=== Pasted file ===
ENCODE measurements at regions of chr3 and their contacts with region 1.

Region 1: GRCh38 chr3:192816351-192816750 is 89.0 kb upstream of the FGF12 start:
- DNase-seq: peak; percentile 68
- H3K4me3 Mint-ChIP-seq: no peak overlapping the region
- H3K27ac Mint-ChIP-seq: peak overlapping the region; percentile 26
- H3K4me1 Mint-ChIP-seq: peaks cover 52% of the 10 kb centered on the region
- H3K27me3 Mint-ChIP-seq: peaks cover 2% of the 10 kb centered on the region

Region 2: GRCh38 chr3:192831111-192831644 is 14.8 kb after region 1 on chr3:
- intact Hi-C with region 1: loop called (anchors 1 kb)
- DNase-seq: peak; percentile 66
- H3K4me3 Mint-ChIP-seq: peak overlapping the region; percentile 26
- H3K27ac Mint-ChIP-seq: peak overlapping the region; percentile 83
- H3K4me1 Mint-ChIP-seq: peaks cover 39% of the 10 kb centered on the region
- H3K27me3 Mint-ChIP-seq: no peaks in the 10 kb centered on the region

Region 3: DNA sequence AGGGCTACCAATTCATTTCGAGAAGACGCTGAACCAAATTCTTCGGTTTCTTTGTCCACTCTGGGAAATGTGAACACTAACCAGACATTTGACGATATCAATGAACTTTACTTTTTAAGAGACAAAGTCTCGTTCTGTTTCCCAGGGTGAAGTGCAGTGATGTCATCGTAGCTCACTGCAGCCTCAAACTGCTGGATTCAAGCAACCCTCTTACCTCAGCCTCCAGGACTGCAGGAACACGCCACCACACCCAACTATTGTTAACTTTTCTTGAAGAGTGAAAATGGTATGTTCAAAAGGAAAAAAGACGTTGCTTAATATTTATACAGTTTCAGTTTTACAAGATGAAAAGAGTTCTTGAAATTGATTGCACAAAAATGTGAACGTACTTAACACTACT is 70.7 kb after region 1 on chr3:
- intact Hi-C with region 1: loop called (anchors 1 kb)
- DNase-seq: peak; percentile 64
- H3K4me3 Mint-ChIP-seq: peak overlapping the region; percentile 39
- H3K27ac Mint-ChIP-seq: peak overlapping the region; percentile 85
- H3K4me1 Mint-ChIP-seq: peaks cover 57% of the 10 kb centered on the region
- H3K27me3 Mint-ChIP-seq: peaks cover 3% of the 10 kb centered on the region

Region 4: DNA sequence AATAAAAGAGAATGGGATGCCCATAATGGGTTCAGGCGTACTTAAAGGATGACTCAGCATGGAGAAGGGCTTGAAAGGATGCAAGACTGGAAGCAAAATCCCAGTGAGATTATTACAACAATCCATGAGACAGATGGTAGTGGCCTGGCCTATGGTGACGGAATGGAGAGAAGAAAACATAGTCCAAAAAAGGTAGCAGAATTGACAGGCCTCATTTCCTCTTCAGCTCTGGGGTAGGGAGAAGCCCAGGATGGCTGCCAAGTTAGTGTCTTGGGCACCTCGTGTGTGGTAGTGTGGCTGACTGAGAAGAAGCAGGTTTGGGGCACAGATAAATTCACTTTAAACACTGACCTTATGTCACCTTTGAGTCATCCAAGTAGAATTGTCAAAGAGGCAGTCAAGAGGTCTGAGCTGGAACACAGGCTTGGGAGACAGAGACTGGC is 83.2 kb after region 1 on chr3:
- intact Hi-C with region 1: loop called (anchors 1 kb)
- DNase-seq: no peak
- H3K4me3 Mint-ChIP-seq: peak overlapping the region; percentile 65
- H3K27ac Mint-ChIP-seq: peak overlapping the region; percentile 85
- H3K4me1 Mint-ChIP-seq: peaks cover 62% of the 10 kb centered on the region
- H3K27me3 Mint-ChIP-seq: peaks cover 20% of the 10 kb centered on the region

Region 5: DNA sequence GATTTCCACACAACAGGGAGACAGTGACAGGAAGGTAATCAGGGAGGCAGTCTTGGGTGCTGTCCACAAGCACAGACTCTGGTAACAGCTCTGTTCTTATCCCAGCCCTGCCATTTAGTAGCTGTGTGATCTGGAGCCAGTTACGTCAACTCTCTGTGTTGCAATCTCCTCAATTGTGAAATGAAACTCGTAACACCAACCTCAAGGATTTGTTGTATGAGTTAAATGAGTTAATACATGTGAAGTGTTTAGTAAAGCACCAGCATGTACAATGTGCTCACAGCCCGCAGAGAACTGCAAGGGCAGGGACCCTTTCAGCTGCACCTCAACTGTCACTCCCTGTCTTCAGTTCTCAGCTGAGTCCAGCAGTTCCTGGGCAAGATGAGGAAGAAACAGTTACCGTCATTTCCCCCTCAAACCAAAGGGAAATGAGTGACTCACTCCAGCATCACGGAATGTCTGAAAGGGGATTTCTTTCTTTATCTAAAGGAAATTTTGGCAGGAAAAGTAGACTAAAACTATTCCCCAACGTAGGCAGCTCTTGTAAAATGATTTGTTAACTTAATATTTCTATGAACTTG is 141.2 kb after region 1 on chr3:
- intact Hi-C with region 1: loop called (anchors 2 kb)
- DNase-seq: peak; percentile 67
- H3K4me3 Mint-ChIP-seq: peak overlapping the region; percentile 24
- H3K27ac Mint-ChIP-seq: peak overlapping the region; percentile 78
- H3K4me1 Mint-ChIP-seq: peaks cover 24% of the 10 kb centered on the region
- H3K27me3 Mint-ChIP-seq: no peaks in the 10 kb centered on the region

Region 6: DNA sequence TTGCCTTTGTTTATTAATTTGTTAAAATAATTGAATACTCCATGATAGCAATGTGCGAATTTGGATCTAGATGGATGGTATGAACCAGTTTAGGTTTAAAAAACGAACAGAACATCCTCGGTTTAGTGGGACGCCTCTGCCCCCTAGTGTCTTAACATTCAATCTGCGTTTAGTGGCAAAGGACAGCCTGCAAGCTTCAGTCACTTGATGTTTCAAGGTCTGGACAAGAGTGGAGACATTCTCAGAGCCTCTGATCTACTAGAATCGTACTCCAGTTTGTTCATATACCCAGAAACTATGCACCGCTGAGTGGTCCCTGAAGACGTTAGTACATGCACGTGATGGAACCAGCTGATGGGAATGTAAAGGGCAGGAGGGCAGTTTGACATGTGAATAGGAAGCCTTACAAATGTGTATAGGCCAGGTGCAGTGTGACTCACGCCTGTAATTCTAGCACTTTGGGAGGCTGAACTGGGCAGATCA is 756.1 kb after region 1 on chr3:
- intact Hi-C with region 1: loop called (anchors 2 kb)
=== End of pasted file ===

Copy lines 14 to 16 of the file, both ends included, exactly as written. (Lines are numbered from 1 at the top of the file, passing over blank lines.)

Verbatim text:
- H3K27me3 Mint-ChIP-seq: no peaks in the 10 kb centered on the region

Region 3: DNA sequence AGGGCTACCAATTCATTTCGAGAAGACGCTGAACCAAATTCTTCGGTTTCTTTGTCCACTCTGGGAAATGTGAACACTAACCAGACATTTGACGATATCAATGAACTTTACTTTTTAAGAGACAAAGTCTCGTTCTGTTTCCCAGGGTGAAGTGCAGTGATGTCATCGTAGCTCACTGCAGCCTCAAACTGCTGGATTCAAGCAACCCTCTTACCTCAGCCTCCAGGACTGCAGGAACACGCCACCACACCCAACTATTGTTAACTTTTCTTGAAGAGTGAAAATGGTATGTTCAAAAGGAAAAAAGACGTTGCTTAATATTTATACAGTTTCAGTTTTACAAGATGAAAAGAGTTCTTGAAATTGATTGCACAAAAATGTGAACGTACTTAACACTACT is 70.7 kb after region 1 on chr3:
- intact Hi-C with region 1: loop called (anchors 1 kb)